Having acupuncture legislation passed in all 50 states In some states, such as Washington, many insurance companies do offer acupuncture as a covered benefit. However in my state of Idaho, I am aware of no insurance companies that cover acupuncture when performed by a Licensed Acupuncturist. I believe that acupunncture would be more accessible to more people if it was a covered benefit in all insurance policies.

Anonymous
Improved educational standards for acupuncture students more inclusions mean more revenues, the rest is domino effects.

Doc_Lyle@msn.com
Inclusion in the Medicare program I especially like the articles written by Dr. John Amaro! Please keep his articles coming!

spiritseal@yahoo.com
 None of the above. The most important issue for us as acupuncturists is to not fall into the same pitfalls as conventional medicine. This means that we keep our respect for all of the differences in our community. We don't insist that everyone practice the same way by mandating standerdized testing and dictating that we all have the same education. It also means that we don't become dependent on insurance carriers. The moment we do, they will begin errode our ability to give whole treatments the same way they have with western medicine.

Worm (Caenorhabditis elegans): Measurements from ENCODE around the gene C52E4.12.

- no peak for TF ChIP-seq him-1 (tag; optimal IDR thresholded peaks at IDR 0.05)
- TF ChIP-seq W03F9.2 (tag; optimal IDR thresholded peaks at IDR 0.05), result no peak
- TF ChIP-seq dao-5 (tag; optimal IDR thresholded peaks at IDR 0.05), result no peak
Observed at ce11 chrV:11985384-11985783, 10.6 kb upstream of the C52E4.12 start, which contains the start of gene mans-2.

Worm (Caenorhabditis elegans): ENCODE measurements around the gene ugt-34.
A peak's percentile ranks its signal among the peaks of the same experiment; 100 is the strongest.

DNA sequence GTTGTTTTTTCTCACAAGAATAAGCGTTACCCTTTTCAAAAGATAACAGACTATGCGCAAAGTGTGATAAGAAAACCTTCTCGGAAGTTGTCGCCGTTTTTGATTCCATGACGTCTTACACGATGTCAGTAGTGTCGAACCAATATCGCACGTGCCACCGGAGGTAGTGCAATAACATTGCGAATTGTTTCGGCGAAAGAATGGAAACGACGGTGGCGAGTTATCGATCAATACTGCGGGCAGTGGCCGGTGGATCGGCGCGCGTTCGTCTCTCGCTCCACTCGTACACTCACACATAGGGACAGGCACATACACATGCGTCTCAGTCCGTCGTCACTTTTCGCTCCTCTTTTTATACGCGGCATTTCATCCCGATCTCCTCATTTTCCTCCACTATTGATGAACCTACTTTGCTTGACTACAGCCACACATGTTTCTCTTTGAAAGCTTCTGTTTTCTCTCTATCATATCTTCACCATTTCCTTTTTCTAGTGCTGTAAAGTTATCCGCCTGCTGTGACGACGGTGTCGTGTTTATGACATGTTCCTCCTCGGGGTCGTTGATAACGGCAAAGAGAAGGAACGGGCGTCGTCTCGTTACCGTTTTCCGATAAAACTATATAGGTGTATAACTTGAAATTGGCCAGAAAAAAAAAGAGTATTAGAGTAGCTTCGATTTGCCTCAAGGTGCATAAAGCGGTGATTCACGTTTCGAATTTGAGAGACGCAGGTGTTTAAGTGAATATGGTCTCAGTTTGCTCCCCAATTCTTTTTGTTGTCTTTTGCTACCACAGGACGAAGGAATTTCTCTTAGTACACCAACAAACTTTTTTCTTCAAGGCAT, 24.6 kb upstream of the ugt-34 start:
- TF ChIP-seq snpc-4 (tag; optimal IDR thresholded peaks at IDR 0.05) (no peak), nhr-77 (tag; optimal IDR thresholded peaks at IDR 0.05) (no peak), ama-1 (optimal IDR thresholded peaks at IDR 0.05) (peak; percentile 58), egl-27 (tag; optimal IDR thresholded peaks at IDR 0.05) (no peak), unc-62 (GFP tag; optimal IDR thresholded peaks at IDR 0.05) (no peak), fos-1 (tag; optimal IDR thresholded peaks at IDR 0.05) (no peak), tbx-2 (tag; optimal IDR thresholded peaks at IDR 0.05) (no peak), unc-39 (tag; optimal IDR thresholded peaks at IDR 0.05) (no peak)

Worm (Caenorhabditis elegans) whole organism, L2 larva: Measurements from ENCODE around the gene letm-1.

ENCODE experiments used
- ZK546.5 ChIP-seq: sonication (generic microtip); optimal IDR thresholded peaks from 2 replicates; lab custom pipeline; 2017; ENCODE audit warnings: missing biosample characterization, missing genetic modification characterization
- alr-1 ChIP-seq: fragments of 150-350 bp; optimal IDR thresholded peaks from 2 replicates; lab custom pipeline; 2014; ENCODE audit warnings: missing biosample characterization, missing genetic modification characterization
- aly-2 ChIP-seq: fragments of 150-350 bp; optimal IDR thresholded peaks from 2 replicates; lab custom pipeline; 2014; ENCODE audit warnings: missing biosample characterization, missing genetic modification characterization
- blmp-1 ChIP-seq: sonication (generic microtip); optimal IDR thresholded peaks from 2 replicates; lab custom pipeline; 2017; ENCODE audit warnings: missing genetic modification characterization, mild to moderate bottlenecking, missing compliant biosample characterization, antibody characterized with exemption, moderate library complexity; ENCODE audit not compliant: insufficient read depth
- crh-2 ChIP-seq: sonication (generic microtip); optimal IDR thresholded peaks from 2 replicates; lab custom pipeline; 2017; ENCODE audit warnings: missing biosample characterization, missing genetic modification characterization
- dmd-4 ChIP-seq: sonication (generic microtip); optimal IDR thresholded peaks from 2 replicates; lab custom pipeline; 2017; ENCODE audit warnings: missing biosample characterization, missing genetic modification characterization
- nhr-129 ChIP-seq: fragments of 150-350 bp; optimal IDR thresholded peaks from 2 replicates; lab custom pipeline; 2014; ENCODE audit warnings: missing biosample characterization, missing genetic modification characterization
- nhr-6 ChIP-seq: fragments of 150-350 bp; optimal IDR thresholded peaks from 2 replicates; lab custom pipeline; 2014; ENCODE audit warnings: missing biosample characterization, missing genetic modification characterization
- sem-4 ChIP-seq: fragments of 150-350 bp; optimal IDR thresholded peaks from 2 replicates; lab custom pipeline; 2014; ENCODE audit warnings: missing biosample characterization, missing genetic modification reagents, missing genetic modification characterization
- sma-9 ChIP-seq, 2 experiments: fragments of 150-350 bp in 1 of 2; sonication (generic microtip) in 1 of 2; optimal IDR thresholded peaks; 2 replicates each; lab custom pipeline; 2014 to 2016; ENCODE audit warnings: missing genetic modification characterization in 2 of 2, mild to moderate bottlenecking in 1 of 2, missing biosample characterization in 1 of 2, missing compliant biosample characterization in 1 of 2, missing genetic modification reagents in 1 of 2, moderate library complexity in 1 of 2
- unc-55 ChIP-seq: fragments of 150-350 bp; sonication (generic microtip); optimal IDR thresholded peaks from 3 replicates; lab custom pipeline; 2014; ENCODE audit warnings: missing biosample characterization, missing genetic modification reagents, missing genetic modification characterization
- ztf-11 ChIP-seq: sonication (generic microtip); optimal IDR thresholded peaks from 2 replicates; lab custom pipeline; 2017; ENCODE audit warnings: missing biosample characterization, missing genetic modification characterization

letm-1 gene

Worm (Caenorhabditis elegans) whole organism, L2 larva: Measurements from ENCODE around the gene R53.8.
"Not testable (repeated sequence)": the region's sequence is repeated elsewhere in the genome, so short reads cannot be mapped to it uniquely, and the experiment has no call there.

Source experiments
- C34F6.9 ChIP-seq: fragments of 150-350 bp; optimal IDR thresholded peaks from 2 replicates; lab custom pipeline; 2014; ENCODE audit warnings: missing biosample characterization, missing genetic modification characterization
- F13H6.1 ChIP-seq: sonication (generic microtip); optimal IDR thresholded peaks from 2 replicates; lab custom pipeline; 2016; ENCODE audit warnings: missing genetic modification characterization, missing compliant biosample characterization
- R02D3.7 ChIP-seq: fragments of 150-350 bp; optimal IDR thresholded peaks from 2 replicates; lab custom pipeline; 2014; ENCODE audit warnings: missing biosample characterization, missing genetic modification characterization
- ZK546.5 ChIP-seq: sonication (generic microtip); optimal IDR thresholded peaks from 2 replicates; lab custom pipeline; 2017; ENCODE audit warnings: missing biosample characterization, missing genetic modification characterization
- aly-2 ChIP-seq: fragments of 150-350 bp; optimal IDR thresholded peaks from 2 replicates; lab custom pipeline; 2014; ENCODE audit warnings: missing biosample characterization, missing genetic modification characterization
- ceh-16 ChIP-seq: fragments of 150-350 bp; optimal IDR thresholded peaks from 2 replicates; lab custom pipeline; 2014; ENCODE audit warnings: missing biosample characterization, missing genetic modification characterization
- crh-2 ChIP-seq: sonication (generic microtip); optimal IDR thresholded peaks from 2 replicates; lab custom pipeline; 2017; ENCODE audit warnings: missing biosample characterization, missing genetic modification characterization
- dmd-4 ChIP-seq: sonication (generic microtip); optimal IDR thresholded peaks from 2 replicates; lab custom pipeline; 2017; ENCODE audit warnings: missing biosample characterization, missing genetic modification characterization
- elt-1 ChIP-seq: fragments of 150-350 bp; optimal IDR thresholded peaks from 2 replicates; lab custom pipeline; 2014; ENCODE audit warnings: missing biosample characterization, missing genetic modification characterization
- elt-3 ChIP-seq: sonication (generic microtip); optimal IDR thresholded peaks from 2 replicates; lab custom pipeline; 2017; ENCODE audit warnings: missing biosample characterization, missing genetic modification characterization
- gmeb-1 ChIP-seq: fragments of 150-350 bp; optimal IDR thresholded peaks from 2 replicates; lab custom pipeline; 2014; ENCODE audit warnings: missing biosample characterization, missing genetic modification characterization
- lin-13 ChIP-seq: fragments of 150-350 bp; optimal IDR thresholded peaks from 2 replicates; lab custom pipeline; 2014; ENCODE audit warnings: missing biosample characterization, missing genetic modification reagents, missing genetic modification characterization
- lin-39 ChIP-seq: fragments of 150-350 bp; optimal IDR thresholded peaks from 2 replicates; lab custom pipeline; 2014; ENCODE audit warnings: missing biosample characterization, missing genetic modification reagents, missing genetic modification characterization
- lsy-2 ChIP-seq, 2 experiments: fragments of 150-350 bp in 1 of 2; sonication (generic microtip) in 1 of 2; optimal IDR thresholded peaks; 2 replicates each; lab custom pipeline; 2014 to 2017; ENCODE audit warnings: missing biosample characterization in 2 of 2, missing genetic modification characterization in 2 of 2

fred_dr2002@yahoo.com
Inclusion in the Medicare program Just work on the patients correctly by finding the right points.

Anonymous
Having acupuncture legislation passed in all 50 states They should have a law, that states payment within 30 day.
A penalty should be double payment if it is not post marked by the 30 day deadline.

chemist@icepr.com
Better cooperation between national organizations Acupuncture practice is to be regulated and allow formal trainned professional practice, not limited to medicine doctors. MD's are trying to control an alternative medicine that for more than 5,000 years have been practice by non-doctors in the far east.Persons with formal training as well as doctors should be allowed to practice under licensed status.Acredited acupuncture education and practice has to be required for licensing. A minimum hours of training and expirience has to be establish.
Continious education program has to be implemented in order to re-certification.